Rotation playing a part in Yankees’ recent slideBy
Despite last night’s uplifting win, the Yankees have still lost six of their last eight games and 21 of their last 34 games. That dates back to the game after the 11-inning win/ninth inning comeback against Fernando Rodney and the Rays in Tampa. One win against a mediocre Twins club who was very willing to beat themselves by throwing the ball away on more than one occasion doesn’t mean the Yankees are out of the woods yet.
The offense has been the primary culprit behind this month-long slide. The so-called Bronx Bombers have scored just 112 runs during that 34-game skid, an average of 3.29 runs per game. The AL average this year is 4.36 runs per game, so we’re talking a full run below-average for more than a month by a team that plays in a very hitter friendly home ballpark. The Yankees have hit .228/.289/.335 as a team during that stretch, on par with the washed up Victor Martinez (.233/.290/.339). It’s bad.
The offense is not alone, however. The starting rotation, considered the strength of the team by pretty much everyone coming into the season, has been a let-down over the last month as well. The starters as a whole have a 4.64 ERA and 3.82 FIP during the last 34 games, so better than average peripherals with below-average results. Here are how the individual starters have fared during the slide:
I’ve excluded Vidal Nuno (two runs in six innings) and Ivan Nova (three runs in 6.2 innings) because both made just spot one start during the 34-game stretch and haven’t contributed to the carnage every five days. Outside of Kuroda and maybe Hughes, it’s the regulars who have been let downs.
Sabathia has been crazy homer prone of late — he’s allowed 17 homers at the halfway point, just five fewer than the career-high he set last season — and he hasn’t just fallen victim to Yankee Stadium cheapies either. Hit Tracker classified five of the eight homers he’s allowed during the 34-game slide as “plenty,” meaning they cleared the fence by more than ten vertical feet or landed more than one fence height beyond the wall. Between his overall velocity loss and increased propensity for mistake pitches, the increased homer trend seems more likely to continue than improve going forward.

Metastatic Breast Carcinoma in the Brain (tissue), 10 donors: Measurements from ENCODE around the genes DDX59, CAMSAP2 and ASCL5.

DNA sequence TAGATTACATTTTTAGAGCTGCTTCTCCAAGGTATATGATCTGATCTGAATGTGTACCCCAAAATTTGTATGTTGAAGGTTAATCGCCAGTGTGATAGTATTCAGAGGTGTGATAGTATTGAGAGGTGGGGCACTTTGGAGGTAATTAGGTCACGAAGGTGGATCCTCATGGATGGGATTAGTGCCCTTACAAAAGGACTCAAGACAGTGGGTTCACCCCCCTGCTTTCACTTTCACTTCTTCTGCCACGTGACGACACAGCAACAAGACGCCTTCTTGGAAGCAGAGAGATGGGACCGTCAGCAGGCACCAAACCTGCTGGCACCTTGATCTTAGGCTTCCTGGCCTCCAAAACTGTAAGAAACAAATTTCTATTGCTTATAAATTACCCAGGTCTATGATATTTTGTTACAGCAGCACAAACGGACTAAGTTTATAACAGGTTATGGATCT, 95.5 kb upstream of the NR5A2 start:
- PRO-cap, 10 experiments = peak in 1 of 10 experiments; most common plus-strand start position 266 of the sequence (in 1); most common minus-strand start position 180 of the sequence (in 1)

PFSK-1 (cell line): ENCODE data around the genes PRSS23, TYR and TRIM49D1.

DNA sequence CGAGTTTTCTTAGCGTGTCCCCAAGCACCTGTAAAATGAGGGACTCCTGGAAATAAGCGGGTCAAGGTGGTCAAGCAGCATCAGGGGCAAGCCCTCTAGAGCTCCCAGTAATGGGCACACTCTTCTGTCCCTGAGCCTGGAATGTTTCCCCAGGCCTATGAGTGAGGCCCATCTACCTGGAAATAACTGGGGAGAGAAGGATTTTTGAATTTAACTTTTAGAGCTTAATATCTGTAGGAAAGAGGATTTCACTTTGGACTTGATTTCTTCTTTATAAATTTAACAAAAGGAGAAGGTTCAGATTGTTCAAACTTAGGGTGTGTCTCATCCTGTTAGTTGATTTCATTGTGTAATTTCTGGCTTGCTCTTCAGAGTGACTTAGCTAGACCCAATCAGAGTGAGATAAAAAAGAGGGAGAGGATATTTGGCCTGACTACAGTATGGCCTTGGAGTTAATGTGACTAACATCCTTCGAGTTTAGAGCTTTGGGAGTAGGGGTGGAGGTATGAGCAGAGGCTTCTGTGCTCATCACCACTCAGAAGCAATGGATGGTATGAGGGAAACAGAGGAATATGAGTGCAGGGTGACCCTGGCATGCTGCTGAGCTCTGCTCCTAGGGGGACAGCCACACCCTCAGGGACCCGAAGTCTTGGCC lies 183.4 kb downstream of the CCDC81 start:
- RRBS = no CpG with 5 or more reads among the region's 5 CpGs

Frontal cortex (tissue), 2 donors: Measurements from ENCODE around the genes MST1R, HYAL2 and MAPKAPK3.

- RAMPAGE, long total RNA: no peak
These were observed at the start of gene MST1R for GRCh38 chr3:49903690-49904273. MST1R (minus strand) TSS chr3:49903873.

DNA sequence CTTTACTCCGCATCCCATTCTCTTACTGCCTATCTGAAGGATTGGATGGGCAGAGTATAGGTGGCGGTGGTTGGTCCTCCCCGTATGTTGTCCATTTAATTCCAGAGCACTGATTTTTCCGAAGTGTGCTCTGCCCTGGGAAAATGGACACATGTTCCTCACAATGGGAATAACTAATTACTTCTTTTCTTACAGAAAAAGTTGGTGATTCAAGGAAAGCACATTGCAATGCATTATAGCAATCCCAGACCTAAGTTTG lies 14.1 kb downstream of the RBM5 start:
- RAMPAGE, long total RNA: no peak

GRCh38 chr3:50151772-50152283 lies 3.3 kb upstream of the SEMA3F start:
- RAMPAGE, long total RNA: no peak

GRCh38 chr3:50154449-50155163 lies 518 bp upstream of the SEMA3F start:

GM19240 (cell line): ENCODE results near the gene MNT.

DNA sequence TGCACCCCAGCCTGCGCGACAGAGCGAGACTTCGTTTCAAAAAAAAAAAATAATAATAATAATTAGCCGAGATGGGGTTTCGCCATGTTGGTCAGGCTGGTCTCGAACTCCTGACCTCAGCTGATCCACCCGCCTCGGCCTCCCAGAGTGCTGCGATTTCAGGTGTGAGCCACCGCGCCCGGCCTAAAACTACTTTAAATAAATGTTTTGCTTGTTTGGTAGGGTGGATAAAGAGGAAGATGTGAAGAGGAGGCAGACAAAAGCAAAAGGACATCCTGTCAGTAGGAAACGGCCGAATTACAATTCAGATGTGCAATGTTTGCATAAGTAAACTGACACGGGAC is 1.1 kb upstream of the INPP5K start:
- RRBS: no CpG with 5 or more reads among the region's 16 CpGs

Since coming off the DL early last month, Pettitte hasn’t given up a ton of homers (just two) but he has given up a lot of hits overall (42 in 36.2 innings). Ten of those 40 non-homer hits have been doubles, so opponents are still hitting for power against him even though the ball isn’t going over the fence. Andy has never been shy about giving up hits, but he hasn’t had his usual stinginess with men on-base recently. Opponents are hitting .328/.377/.422 (.433 BABIP) against him with men on and .333/.367/.462 (.429) with runners in scoring position since coming off the DL. It’s easy to say that will improve as the season goes on, but you never really know with 41-year-old finesse pitchers. Andy Pettitte is guarantees to be awesome just because he’s Andy Pettitte.
Phelps’ poor numbers are the product of two exceptionally bad outings. He allowed five runs in one-third of an inning in late-May and nine runs in 2.1 innings over the weekend. In the four starts between the two duds, he’s allowed just seven runs in 23.2 innings (2.66 ERA and 3.27 FIP). That doesn’t excuse the two disaster starts obviously, but I prefer seeing two disasters and four strong starts than six consistently mediocre ones. At least the former suggests he might have just had two really bad games relatively close together and isn’t fighting through some kind of mechanical problem or injury. Either way, the Yankees do need him to be better than he has been of late.
Last night’s ten-run outburst is hardly an indication New York has gotten over their offensive woes. They have a lot of trouble scoring runs and they need their pitching staff to not just be good, they need them to be damn near great. The rotation has not been very good of late and that’s a big reason why they’ve been unable to string wins together. Nova is waiting in the wings if they need to make a change, but he hardly inspires any confidence. Nuno is out with a groin injury with no return in sight. Michael Pineda‘s rehab window expires Monday but I find it very hard to consider a guy coming off major shoulder surgery to be a potential rotation savior. Besides, it seems more likely that he’ll be optioned to Triple-A next week than added to the big league roster. Long story short, the guys in the rotation simply have to start pitching better to keep this team in any kind of race.